• Creating home-compostable makeup removal wipes with 100% plant-based fabric.

Most of Neutrogena’s sustainability initiatives are just goals at this point. They include:

  • Aiming to increase post-consumer recycled (PCR) materials in packaging
  • Eliminating unnecessary cartons and plastic windows
  • Reducing their use of virgin plastic in their product and shipping packaging by having 100% recyclability for all plastic packaging by 2025

Neutrogena’s sunscreen recall

Neutrogena has been a popular choice for sunscreen for decades and is still a huge selling point for the brand. Still, in July 2021, Johnson & Johnson (Neutrogena’s parent company) announced a massive recall of several aerosol sunscreens.

Turns out that after some independent tests, Neutrogena and Aveeno had unsafe levels of benzene in their sunscreens.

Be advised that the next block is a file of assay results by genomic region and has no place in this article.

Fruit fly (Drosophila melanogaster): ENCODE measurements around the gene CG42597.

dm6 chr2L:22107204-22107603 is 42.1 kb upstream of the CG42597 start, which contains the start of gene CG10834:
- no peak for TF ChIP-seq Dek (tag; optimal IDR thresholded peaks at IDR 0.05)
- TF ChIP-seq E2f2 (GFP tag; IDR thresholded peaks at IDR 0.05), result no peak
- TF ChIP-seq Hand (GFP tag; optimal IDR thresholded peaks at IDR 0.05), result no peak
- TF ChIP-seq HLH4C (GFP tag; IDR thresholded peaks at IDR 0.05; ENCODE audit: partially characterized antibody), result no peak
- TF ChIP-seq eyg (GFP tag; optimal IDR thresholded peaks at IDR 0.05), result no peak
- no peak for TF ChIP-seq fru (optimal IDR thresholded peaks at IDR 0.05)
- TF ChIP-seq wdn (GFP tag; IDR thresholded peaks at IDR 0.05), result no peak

Benzene is a well-known carcinogen that can increase the risk of many different types of blood cancers, including leukemia and other health concerns. 

The Neutrogena products that were contaminated with benzene were:

  • Beach Defense aerosol sunscreen
  • Cool Dry Sport aerosol sunscreen
  • Invisible Daily™ defense aerosol sunscreen
  • Ultra Sheer aerosol sunscreen

As of 27 February 2023, the class action settlement was finally finalized, and this is the result:

Johnson & Johnson agreed to pay full refunds for the recalled benzene-contaminated products to class members and pay $1.75 million in vouchers to consumers of non-aerosol products that were not recalled.